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Sagasta Harding

21 June 1908 - 8 December 2002

Andy Harding in baseball uniform

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Albert ‘Sagasta’ Harding was born in North Buxton to Robert Thomas and Caroline Moore. He was the seventh of ten children: Flossie, Elsie, Alta, Charles, Robert, Willford, Marie, Irene and Florene. He was married to Ruth Ann Huff, and had one son, Robert Sagasta ‘Junior’. He moved to Detroit in 1928, but returned to Chatham to play with the All-Stars in 1934. The All-Stars' 1934 OBA victory was Sagasta’s last baseball game, but he still played some softball in Michigan. In 1939, he moved to Romulus, MI and began working at the Ford Motor Company. He retired from Ford in 1967 after 28 years of employment, where he stated he had little “time for anything else”(Chatham Daily News, December 31, 2002). In 1984, he joined the Parks Memorial A.M.E. Church, and played both piano and organ for the choir. He had five grandchildren: Robert, Michael, Sandra, Alexie and Anthony. In 2002, he was part of a MLB celebratory event where the All-Stars were honoured by the Toronto Blue Jays.

In Other Words

“Gouy Ladd and Sagasta Harding [share?] the center field duties though Ladd has been seeing more work of late because of his ability to cover ground. Harding is noted for hitting in the pitches and he may be used to hit for the weaker basemen on the team is crises arise in the Pentanguishine series” (Calder, "In a Foreign Field Today," Chatham Daily News, October 15, 1934).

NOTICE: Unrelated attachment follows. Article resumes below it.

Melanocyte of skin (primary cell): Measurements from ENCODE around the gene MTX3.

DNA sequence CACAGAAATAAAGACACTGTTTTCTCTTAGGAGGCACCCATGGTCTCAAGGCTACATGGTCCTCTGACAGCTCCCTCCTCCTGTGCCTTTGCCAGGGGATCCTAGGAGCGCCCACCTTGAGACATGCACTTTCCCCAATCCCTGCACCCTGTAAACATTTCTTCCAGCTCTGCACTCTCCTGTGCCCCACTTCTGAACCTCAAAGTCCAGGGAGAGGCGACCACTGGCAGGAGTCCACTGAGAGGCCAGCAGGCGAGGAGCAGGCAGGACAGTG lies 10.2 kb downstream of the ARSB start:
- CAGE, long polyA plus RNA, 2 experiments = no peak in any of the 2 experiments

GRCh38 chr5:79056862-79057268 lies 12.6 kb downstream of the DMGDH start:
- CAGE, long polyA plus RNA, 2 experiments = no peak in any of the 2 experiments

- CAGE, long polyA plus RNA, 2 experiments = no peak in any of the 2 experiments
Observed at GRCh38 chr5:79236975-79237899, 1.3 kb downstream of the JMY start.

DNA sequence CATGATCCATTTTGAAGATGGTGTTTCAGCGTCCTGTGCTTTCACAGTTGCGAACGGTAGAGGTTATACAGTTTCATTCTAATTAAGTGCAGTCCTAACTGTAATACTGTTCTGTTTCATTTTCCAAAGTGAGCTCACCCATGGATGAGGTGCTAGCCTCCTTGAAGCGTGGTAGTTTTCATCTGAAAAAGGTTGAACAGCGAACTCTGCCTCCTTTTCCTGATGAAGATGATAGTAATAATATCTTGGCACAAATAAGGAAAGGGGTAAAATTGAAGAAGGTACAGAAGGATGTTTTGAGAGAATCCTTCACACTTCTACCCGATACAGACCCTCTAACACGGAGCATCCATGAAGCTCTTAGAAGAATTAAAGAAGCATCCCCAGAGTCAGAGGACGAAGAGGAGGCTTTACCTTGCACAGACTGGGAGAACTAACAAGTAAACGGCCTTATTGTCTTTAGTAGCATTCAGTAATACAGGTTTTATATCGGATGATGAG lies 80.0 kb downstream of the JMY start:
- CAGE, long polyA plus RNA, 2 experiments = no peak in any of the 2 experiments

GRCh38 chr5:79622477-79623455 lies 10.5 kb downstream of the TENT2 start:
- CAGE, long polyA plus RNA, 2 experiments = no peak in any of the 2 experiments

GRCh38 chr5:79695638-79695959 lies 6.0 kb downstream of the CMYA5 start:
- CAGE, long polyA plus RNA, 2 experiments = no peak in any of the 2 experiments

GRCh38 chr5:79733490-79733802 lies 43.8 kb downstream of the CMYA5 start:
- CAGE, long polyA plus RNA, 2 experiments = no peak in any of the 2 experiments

“Sagasta Harding was a good ball player, we used to call him Frog Hand. He was a left-handed batter, and he didn’t hold a bat like an ordinary person. When you’re a left-handed batter, your right hand is at the bottom of the bat and your left hand is at the top. But he always changed it around and put the right hand at the top and the left hand at the bottom. And that’s why they called him Frog Hand. And I had read that in the paper, about frog-handed batters. He was a good ball player, he was slim and he could run. He got his amount of hits the same as everybody" (Harding-Milburn, "The Chatham All-Stars: An Interview with Kingsley Terrell," Polyphony 7, (1985): 111-120).




  • Jack Calder, "In a Foreign Field Today," Chatham Daily News, October 13, 1934.
  • Obituary of Sagasta Harding, 8 December 2002.
  • Mike Bennett, "Glad He Had His Day," Chatham Daily News, December 12, 2002.
  • Family Tree Binders, Chatham-Kent Black Historical Society.

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